Putting a 10x15 In A House

Please see attached image for reference.

I have the option of moving my press from my unheated garage into a heated space attached to an old church. However, I am concerned about the weight of my 10x15 Chandler and Price Craftsman Press on the floor. I will be on the first floor (ground level), but there is a fully functional kitchen space in the basement, located directly under where my press would sit. You can see in my quick drawing of the space that I would locate the press as close to the walls as possible, but I still fear this is not enough.

Any advice is much appreciated!! Thank you

image: floorplan.jpg


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Not too drastic a problem , but not knowing how your buildings are constructed, makes it a little hard to help from this distance. Presumably your construction could be anything from 3/4 inch floor boarding, sitting on 4x2inch up to maybe 9x2inch joists probably spaced at about 18 inches apart. If as your drawing seems to imply, your joists are covering relatively short spans, the first option would seem to be, sit the machine on a steel base that covers at least 3 joists, thereby making every joist take only 1/3 rd of the total weight. If however the joists would seem to be inadequate, the next option would be (possibly) 4 box girders at 3inches square with fish plates top and bottom tight against your walls with 2 cross members (3inch box girders or “H section” R.S.J,s) sat on top, against your joists immediately under your press. You could reasonably expect to support many tons like this with only the loss of 6 inches working space 3x2 twice on your lower level.?????

If the area of the kitchen below would accommodate them, a couple of jack posts under the end of the press away from the basement wall should handle the weight just fine. I guess there is no easy way to determine the size of the floor joists in that area — in an old building they might be pretty substantial. I’d feel more secure with the jack posts.


Think of it this way. If five men who weighed 250 lbs each stood together in a tight group on the spot where you want to put your press, would they go through the floor? Of course the thickness of the floor board, joist and supporting beams have to be considered. If the church is older than 50 or 60 years, it probably has larger beams because they had plenty of wood back then. Just another way of thinking.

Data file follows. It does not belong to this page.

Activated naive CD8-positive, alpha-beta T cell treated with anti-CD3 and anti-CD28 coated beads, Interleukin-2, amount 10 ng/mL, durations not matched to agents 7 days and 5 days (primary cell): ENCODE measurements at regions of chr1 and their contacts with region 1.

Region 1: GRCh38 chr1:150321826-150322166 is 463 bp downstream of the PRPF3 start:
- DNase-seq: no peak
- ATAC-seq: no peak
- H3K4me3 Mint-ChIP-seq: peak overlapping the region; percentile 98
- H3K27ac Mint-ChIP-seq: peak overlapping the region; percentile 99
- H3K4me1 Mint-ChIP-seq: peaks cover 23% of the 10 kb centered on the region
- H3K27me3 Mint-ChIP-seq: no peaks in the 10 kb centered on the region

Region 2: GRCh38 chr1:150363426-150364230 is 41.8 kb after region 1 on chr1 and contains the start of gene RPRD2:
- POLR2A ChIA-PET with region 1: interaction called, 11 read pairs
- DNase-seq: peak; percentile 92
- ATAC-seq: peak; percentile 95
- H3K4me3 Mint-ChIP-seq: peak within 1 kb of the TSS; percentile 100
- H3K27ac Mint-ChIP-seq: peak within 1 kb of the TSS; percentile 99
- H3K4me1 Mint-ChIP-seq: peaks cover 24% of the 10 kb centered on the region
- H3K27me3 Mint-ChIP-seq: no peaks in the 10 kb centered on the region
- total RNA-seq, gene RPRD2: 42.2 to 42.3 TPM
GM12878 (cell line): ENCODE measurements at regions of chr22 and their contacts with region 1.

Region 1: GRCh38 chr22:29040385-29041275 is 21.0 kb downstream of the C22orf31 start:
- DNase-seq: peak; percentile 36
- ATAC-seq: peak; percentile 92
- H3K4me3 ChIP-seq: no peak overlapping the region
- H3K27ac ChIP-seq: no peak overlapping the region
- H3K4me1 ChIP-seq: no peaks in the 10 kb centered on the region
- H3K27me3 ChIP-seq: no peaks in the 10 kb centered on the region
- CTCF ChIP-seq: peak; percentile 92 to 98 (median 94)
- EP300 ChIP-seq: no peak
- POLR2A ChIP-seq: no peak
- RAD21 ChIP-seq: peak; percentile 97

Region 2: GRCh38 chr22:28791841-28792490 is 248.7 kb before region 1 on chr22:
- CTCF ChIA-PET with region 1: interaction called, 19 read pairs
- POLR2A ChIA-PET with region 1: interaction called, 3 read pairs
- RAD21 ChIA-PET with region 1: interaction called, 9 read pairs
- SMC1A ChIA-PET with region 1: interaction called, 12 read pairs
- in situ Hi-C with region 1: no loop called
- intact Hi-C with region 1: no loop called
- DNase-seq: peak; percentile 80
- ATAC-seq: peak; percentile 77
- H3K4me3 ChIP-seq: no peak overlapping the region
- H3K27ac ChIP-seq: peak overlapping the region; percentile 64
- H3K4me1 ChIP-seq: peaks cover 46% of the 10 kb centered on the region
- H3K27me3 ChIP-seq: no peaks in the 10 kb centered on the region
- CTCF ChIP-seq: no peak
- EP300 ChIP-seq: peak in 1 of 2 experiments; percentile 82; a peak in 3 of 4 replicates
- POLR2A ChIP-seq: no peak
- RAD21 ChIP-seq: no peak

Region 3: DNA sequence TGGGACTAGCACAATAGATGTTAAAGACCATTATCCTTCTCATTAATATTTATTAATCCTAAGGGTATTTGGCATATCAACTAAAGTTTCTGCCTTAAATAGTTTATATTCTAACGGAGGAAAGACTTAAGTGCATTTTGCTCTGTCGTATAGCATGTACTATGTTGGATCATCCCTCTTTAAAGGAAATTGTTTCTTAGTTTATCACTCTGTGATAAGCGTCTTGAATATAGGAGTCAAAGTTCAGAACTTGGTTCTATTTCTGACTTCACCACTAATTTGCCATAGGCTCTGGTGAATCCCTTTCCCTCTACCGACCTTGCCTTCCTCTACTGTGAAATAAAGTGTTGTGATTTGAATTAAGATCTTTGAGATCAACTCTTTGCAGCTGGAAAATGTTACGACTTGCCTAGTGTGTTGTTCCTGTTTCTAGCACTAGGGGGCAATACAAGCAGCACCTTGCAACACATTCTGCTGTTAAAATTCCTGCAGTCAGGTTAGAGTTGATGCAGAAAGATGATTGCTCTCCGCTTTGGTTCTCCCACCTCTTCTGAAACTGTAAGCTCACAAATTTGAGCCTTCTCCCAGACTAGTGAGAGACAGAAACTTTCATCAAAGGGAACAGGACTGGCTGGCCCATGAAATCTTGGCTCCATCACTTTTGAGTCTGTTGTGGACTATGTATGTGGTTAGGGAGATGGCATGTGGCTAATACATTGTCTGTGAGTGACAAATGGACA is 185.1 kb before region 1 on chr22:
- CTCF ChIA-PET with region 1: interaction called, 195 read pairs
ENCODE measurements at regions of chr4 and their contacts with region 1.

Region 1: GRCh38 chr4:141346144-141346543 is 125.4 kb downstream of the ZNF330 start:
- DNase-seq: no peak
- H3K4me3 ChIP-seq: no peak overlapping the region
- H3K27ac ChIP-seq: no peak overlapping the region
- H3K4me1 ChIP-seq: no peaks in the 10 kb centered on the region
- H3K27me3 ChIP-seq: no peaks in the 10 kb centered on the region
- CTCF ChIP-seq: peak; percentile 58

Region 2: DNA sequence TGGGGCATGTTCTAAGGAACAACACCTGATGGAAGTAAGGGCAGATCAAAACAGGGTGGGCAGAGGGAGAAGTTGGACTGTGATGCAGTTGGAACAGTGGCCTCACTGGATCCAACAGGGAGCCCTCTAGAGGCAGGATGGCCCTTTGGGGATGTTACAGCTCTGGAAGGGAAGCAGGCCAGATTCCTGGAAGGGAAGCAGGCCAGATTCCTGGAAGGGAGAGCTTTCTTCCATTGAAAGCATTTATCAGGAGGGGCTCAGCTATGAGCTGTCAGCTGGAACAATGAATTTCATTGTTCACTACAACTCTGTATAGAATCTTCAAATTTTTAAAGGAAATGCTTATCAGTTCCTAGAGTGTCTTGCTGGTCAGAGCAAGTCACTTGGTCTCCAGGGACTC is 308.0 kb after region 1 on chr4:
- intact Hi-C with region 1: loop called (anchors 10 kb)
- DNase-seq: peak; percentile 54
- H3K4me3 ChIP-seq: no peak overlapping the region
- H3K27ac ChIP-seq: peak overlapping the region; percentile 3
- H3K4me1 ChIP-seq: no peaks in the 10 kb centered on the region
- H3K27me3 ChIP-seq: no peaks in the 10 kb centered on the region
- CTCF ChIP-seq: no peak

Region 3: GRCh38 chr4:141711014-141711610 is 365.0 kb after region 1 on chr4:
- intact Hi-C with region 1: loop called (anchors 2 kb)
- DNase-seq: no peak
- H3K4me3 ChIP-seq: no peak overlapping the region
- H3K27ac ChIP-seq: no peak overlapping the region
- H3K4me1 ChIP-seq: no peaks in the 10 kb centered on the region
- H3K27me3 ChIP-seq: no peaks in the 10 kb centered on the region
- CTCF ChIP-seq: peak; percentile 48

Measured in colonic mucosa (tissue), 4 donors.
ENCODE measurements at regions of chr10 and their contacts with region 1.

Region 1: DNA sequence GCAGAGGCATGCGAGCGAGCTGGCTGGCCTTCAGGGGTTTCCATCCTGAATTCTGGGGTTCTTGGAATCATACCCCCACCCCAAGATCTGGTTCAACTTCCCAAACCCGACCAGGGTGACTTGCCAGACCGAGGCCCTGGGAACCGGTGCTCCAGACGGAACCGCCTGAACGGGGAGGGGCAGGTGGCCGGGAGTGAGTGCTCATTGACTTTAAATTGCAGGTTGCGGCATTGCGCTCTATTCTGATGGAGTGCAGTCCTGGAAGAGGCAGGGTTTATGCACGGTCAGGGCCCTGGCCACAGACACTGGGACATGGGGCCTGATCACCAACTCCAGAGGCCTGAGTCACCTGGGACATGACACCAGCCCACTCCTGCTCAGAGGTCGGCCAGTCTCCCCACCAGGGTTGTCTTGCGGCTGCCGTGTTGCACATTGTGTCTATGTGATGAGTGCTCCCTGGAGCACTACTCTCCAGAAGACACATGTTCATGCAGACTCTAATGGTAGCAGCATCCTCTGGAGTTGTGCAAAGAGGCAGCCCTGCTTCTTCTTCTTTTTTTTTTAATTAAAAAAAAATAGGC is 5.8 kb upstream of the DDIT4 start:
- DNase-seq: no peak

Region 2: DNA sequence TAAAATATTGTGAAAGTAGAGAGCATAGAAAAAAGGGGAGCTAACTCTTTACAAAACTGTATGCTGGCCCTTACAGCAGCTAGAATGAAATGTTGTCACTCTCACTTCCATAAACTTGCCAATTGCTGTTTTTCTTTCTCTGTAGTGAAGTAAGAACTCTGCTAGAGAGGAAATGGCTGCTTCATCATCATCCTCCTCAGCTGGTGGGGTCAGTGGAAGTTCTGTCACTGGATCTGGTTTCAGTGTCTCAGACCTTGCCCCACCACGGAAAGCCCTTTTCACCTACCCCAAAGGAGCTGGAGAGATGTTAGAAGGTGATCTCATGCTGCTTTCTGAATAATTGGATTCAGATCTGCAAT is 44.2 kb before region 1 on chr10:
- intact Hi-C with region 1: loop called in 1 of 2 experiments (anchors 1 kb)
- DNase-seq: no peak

>five men who weighed 250 lbs each

5 x 250 = 1250, but the weight of a 10x15 Craftsman without automatic feeder is quoted as 2,000 pounds in the Western Newspaper Union Catalog No. 53 (2675 pounds with feeder).

David M.

Sorry, I was thinking an 8 x 12 but you get the point. Eight big guys very close together to make the foot print of the press. And then they jump up and down. This forum needs a little humor now and then.

Ya think?

As a former structural engineer, my suggestion would be to hire a structural engineer to do a quick inspection and a few calculations just to be sure. There are way too many assumptions to be made in terms of member depth, spacing, direction, and span not to mention other load which you might be unaware of to be confident in blanket approval. The suggestion of using a steel plate or some other kind of sleeper system perpendicular the existing floor system to distribute the load could be adequate though as well as the least invasive. If the press is already on skids, that might do the job well enough so long as they are oriented correctly, perpendicular to the floor joists.

Even if it is likely okay by itself or with an easy fix, when you are putting someone else’s property at risk as well as your and other people’s safety (working in the kitchen below) it is better to take all the precautions.

Another safety question: Is this space going to be made inaccessible to the public? I certainly wouldn’t want people, kids particularly, to be wandering around and get curious about this great piece of machinery and hurt themselves turning it over and getting caught. A way to lock the press in position could be another alternative.

I have several presses in an old chapel which was part of a convent. The floor in this building was designed to carry a substatial load with parishioners filling the room at times. It was built in 1949, and was built well.

I asked a local architect to come in and inspect the areas where I was going to place the equipment and he indicated that the structure was fine as is, and needed no additional support. It has 2x12 floor joists 16” on center. Even with his recommendations, I did add an additional 4x6 crosswise of the joists held up with jack posts under my Little Giant as I had some concern about the reciprocating action of the bed over time.

It never hurts to be careful, and you might be able to get a feel for the floor structure by removing floor registers on the upper floor or drilling a small hole and running a stiff wire down until it meets the resistance of the ceiling beneath. That would tell you the depth of the floor joists. You might be able to use a stud finder to find out how far apart those joists are spaced.

John Henry

Thank you everyone! I work at an Architectural and Engineering firm, I think I can find someone to help!!

Worth keeping in mind that the weight is YOU and the press.

Also worth remembering that this space is attached and not actually part of the church construction itself, so the way the structure was built might be entirely different.

And the weight of a new series 10 x 15 is 1,500 pounds.

I’d also be worried about the floor that you will be wheeling the press over to get to it’s final resting place.